Tuesday, August 23, 2022

Spectral Interrogatories V - Dwarrowdeep

Dwarrowdeep has Good Art
I don’t know Greg Gillespie, I don’t have any intense feeling for his work or his design history, as while I have looked at some of previous adventures they haven’t made much impression on me. I suspect he was on G+ and I may have spoken to him there, but I don’t remember anything specific from those long ago days. I purchased the Dwarrowdeep PDF (which costs as much as a good bottle of booze or nice steak - but cost isn’t a criteria I use to judge adventures) specifically to read it for this review and because of my overall interest in megadungeon design. I have not played it and don’t intend to. As always I will take a look at it for what it offers as a playable product and from my perspective as someone interested in dungeon and megadungeon design. I feel somewhat guilty about this review and don’t expect Mr. Gillespie will appreciate it much, but after spending a week reading Dwarrowdeep - time I could have used for paying work or on my own hobby projects - I can't play nice for the sake of comity, even if I'm not trying to be cruel. Darrowdeep is an abject failure, but in that offers a useful example of how not to design a megadungeon and asks questions about the limits of dungeon design.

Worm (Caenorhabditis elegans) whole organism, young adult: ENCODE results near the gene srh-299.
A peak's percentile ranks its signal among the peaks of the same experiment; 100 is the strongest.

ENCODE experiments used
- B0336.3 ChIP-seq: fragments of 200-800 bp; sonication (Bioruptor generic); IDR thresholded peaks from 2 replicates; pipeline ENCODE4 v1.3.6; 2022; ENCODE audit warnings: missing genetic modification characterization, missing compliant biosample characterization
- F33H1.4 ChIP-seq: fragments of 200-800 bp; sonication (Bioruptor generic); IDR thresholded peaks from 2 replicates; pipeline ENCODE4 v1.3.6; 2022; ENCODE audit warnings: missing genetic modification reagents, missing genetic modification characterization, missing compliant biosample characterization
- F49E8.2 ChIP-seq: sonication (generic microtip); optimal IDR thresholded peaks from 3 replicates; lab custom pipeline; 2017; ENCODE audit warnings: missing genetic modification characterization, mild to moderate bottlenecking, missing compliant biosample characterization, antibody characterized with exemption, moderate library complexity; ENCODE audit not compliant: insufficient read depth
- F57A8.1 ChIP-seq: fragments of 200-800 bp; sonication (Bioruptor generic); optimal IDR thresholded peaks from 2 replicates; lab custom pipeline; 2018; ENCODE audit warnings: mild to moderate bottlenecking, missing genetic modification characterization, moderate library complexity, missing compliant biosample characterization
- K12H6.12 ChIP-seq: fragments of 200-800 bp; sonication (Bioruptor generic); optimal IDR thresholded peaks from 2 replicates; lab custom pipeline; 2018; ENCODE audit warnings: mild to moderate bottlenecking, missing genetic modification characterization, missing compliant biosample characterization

Dwarrowdeep is the new (May 2022) 336 page megadungeon by Greg Gillespie, known as the writer of Barrowmaze and a few other big dungeons. This has made Gillespie a notable figure and dungeon designer from the early and middle years of the OSR. What Dwarrowdeep offers is a brand new megadungeon that I had hopes would highlighting the state of design in 2022 and the evolution of the form since the early days of the OSR or at least the 2010’s when Gillespie published Barrowmaze ... if it does, it only shows a loss of basic knowledge and the decline of OSR design and imagination over the past decade.

In light of its recent publication and Gillespie’s long career as a megadungeon designer I was hopeful that Dwarrowdeep would be something special, offering new ideas, or better utility - in short I was hopeful that it might have something to teach about megadungeon design. I was gravely disappointed. When I write reviews I try to be charitable and understand the author's goals rather than focus only on the work's failings, but Dwarrowdeep’s positive aspects are largely limited to the excellent art within, an audacious scope, and occasional moments when a decent idea shines through the mediocrity.